Back to the Future: Further Thoughts on the State of the Union
My new Forbes article asks “If We Win the Future, Who Loses?” While we’re talking about it, here are a few other comments that correct some popular misconceptions:
Misconception 1: The rich get richer while the poor get poorer, and the wealth of the wealthy is caused by the poverty of the poor. In today’s Philadelphia Inquirer, Steven Horwitz explains that “The poor are not getting poorer.” When we focus on flesh-and-blood human beings and drop the assumption that someone stays in the same quintile of the income distribution across his or her entire lifetime, the “rich richer, poor poorer” falls apart.
Misconception 2: Biofuel is a good idea. Here’s William Anderson’s latest column for The Freeman Online.
Misconception 3: Businesses have too much “power,” and governments don’t have enough. I can do no better than this passage from Deirdre McCloskey’s excellent The Bourgeois Virtues, which should be on every shelf and/or e-reader. It’s a book I assign in my “Classical & Marxian Political Economy” course. From page 35:
A bright future for human freedom therefore requires curbing our present lords. These are not the corporations, which after all control only our consumption of hamburgers and athletic shoes, and, in view of their competition, “control” even those feebly, McDonald’s against Burger King or Nike against New Balance. Observe that the terrible corporate trusts of earlier times, such as the great and imposing United States Steel, the horrific Amalgamated Copper Company, the appalling American Telephone and Telegraph Company, the gouging Erie and New York Central railway pools, are one with Nineveh and Tyre.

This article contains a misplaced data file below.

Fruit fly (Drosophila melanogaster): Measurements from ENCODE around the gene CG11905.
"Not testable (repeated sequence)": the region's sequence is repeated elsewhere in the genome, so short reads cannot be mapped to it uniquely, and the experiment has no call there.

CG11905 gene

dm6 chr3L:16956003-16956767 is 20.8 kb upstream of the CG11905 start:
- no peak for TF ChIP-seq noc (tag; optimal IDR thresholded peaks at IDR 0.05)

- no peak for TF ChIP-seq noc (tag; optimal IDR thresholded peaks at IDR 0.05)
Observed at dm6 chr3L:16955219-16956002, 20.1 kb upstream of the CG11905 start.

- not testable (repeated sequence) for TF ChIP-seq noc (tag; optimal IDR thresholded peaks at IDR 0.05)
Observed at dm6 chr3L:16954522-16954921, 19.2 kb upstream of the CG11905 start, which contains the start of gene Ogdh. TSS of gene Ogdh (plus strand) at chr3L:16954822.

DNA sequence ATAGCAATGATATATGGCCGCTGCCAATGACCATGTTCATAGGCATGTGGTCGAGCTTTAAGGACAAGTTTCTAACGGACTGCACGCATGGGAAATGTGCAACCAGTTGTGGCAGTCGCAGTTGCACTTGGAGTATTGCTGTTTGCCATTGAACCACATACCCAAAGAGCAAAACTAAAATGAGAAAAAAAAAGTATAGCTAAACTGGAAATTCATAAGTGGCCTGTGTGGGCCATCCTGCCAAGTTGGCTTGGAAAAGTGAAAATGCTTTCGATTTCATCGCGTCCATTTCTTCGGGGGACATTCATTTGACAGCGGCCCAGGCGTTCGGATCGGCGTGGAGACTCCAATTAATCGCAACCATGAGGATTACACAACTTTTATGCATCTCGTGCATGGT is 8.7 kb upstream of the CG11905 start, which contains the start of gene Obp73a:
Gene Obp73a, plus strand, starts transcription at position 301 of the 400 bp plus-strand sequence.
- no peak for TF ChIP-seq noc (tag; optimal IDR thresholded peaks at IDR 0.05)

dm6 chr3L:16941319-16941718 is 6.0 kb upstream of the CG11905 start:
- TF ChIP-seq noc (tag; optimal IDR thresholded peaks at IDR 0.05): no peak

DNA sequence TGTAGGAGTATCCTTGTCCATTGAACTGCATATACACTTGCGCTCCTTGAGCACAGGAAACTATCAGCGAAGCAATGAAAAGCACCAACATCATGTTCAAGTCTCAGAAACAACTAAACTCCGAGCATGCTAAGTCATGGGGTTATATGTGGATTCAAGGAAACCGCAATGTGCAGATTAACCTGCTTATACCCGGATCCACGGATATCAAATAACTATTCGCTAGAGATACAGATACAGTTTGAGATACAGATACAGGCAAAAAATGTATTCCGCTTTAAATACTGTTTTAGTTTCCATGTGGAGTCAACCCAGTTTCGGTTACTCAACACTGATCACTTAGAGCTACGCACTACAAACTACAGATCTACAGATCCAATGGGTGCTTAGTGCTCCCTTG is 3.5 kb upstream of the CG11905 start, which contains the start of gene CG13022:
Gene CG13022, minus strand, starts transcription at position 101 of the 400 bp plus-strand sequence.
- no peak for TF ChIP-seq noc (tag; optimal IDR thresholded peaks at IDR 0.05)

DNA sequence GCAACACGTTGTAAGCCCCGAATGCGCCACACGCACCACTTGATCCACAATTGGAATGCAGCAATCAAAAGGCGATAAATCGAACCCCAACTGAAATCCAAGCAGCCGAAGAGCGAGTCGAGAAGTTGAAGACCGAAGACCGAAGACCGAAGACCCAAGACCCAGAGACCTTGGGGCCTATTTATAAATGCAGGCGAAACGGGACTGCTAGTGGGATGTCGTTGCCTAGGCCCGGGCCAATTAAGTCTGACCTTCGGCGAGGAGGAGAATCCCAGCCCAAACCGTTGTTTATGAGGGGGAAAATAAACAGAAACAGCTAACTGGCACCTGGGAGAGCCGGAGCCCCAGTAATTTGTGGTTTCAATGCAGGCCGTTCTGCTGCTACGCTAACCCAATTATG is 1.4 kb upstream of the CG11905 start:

A farmer-captured Department of Agriculture, though, and a corrupt United States Congress live on and on and on. At the end of 2004 the growers of taste-free little machine-harvested tomatoes in Florida were able to block the exportation from the state of ugly but delicious handpicked varieties by using the governmental system of “marketing orders” first promulgated as a New Deal measure in 1937. When American steel producers get tariffs or when sugar beet growers get import quotas it is not because of their market power but because of their political power, their access to an all-powerful state.
Misconception 4: The state helps the poor. Here’s McCloskey again, from page 51:
Unions raised wages for plumbers and autoworkers but reduced wages for the nonunionized. Minimum wages protected union jobs but made the poor unemployable. Building codes sometimes kept buildings from falling or burning down but always gave steady work to well-connected carpenters and electricians. Zoning and planning permission has protected rich landlords rather than helping the poor. Rent control makes the poor and the mentally ill unhousable, because no one will build inexpensive housing when it is forced by law to be expensive. The sane and the already-rich get the rent-controlled apartments and the fancy townhouses in once-poor neighborhoods.
Misconception 5: Those in the top 5% or top 2% of the income distribution are blue-blooded plutocrats. Scott Sumner makes an important point: a family with two working adults each earning $75,000 per year is in the top 5% of the US income distribution:
In Boston, cops make about $110,000. I’m sure some of them are married to nurses making around $80,000, putting them well up into the top 5 percent. I don’t regard this sort of family as rich, but many people I talk to insist the top 5% are rich. If so, there are far more rich families that are a cop/nurse, or accountant/teacher, or engineer/secretary, then there are Donald Trumps.